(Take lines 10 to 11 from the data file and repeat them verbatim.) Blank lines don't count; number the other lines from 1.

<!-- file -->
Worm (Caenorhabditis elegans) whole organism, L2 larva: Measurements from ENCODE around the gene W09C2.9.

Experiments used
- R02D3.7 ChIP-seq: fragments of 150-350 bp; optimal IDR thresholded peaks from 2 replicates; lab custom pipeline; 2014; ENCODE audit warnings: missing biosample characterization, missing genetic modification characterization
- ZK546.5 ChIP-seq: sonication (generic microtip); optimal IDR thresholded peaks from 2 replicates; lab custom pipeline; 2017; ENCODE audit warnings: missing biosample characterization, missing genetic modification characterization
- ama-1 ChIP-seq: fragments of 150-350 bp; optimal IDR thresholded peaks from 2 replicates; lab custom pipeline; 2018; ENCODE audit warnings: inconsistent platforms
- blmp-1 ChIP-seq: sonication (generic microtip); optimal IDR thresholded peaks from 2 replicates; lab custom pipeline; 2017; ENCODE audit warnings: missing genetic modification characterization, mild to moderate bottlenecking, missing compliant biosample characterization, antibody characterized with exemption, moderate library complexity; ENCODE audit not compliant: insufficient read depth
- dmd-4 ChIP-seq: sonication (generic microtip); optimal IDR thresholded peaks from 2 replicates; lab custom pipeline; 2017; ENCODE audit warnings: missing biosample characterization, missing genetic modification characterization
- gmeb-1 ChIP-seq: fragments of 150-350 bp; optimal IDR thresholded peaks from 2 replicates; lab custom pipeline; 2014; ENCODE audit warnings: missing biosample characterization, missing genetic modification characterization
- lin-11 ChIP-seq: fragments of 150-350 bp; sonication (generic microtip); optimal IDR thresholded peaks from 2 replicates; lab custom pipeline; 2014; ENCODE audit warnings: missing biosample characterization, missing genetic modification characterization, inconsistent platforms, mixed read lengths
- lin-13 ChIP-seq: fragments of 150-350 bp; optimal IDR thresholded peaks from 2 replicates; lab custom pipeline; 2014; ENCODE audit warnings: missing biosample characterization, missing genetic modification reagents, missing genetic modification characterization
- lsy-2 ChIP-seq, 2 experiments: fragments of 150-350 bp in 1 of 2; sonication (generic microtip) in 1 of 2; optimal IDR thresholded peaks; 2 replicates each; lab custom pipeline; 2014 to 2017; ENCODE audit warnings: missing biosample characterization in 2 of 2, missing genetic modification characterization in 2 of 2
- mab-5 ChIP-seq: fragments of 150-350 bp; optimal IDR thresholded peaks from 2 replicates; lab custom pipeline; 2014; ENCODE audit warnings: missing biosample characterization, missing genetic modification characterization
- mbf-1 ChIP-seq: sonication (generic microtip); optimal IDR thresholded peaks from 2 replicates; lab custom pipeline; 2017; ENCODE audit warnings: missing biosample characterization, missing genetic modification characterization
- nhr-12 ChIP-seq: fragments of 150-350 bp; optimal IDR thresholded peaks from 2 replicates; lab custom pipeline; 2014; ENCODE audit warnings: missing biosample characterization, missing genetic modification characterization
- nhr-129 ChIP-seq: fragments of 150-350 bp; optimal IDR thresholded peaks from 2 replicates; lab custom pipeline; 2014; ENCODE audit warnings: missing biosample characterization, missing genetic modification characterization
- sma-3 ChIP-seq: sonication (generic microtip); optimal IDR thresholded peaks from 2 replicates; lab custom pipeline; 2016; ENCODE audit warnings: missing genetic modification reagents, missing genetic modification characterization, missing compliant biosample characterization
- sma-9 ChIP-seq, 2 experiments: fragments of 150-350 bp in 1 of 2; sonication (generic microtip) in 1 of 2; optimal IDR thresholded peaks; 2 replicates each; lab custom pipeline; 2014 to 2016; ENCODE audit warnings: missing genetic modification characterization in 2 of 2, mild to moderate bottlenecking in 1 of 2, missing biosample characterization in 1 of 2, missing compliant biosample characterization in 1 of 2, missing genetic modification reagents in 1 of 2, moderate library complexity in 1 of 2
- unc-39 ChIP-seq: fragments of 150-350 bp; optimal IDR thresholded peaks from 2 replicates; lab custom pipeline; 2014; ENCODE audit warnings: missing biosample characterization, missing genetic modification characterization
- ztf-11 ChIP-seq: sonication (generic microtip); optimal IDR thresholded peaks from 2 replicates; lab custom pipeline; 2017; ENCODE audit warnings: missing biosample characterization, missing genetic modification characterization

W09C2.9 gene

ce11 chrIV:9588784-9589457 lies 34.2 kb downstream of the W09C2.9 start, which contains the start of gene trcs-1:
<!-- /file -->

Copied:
- lin-13 ChIP-seq: fragments of 150-350 bp; optimal IDR thresholded peaks from 2 replicates; lab custom pipeline; 2014; ENCODE audit warnings: missing biosample characterization, missing genetic modification reagents, missing genetic modification characterization
- lsy-2 ChIP-seq, 2 experiments: fragments of 150-350 bp in 1 of 2; sonication (generic microtip) in 1 of 2; optimal IDR thresholded peaks; 2 replicates each; lab custom pipeline; 2014 to 2017; ENCODE audit warnings: missing biosample characterization in 2 of 2, missing genetic modification characterization in 2 of 2